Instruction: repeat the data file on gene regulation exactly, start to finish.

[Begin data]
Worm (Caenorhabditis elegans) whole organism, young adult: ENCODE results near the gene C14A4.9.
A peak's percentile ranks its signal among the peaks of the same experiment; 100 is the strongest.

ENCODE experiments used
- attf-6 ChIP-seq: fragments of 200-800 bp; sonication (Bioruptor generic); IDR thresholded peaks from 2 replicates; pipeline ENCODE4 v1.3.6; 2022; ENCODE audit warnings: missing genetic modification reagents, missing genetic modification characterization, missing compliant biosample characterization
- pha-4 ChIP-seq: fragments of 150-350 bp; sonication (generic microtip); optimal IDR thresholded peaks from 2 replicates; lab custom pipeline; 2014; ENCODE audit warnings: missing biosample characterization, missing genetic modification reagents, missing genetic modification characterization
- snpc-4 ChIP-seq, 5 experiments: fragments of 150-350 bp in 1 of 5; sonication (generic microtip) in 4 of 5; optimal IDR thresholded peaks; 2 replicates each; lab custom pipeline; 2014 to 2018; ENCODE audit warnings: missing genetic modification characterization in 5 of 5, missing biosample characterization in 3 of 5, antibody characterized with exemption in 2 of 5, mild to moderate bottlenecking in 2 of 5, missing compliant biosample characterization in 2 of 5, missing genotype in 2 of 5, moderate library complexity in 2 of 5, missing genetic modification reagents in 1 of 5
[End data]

Worm (Caenorhabditis elegans) whole organism, young adult: ENCODE results near the gene C14A4.9.
A peak's percentile ranks its signal among the peaks of the same experiment; 100 is the strongest.

ENCODE experiments used
- attf-6 ChIP-seq: fragments of 200-800 bp; sonication (Bioruptor generic); IDR thresholded peaks from 2 replicates; pipeline ENCODE4 v1.3.6; 2022; ENCODE audit warnings: missing genetic modification reagents, missing genetic modification characterization, missing compliant biosample characterization
- pha-4 ChIP-seq: fragments of 150-350 bp; sonication (generic microtip); optimal IDR thresholded peaks from 2 replicates; lab custom pipeline; 2014; ENCODE audit warnings: missing biosample characterization, missing genetic modification reagents, missing genetic modification characterization
- snpc-4 ChIP-seq, 5 experiments: fragments of 150-350 bp in 1 of 5; sonication (generic microtip) in 4 of 5; optimal IDR thresholded peaks; 2 replicates each; lab custom pipeline; 2014 to 2018; ENCODE audit warnings: missing genetic modification characterization in 5 of 5, missing biosample characterization in 3 of 5, antibody characterized with exemption in 2 of 5, mild to moderate bottlenecking in 2 of 5, missing compliant biosample characterization in 2 of 5, missing genotype in 2 of 5, moderate library complexity in 2 of 5, missing genetic modification reagents in 1 of 5